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Safeguarding Your Digital Legacy: Why Including Digital Assets in Your New York Estate Plan is Crucial

Posted by Irena Mykyta | Mar 11, 2024 | 0 Comments

In this digital age, where much of our lives are intertwined with technology, it's essential to consider the fate of our digital assets alongside traditional ones when planning our estates. From cherished memories stored in cloud services to cryptocurrencies and NFTs, digital assets have become an integral part of our wealth and legacy. As such, overlooking their inclusion in estate planning documents can lead to complications and even loss.

But what exactly are digital assets? In layman's terms, digital assets encompass anything stored electronically, ranging from social media accounts, emails, and digital photos to more complex assets like cryptocurrencies (e.g., Bitcoin) and non-fungible tokens (NFTs) representing digital art or collectibles. Essentially, if it exists in digital form and holds value or sentiment, it's considered a digital asset.

So why is it imperative to include provisions for these assets in your estate planning documents? Firstly, federal privacy laws can pose significant hurdles for loved ones seeking access to your electronic devices and accounts after your passing. Without clear instructions or legal authority, accessing and managing these assets can become arduous if not impossible for your designated representatives.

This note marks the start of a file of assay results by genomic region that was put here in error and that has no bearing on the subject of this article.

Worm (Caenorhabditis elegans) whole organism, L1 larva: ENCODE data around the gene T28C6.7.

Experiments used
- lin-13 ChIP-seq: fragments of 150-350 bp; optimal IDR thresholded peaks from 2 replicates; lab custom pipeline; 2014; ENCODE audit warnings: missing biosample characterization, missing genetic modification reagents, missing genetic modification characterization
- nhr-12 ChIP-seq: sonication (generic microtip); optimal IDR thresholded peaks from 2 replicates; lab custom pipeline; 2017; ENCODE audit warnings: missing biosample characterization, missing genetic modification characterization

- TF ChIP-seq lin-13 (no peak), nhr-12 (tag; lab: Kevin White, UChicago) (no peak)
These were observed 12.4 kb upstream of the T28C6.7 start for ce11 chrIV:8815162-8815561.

In New York, the distribution of digital assets upon death is governed by the New York Estates, Powers, & Trust Law (EPTL). This law empowers a decedent's personal representative, trustee, or agent to access and manage digital assets and electronic communications. However, explicit direction must be provided within estate planning documents to grant these individuals authorized access. 

Planning ahead is paramount. By appointing an executor or trustee and furnishing them with the necessary information and instructions, you ensure the smooth retrieval or nondisclosure of digital assets according to your wishes. This may involve creating a comprehensive list of passwords, usernames, and relevant account information to facilitate access.

In conclusion, safeguarding your digital legacy is an integral aspect of comprehensive estate planning in today's digital landscape. Failure to address these assets can lead to complications, privacy breaches, or even loss of valuable digital assets. If you're ready to take proactive steps to protect your digital legacy, we're here to help.

At Mykyta Law, we specialize in estate planning tailored to your unique needs, and advise on the inclusion of digital assets in wills, trusts, and powers of attorney. Don't leave your digital legacy to chance. Contact us today at 646-884-3319 or through our website contact form to learn more and ensure your digital assets are secure for future generations.

About the Author

Irena Mykyta

 In 2014, Irena founded her own law firm in order to provide clients with more individualized attention, - something she always dreamed about when she worked as a judicial clerk at the New York State Supreme Court and as an associate at a prominent New York law firm. Her firm's focus on a few cor...


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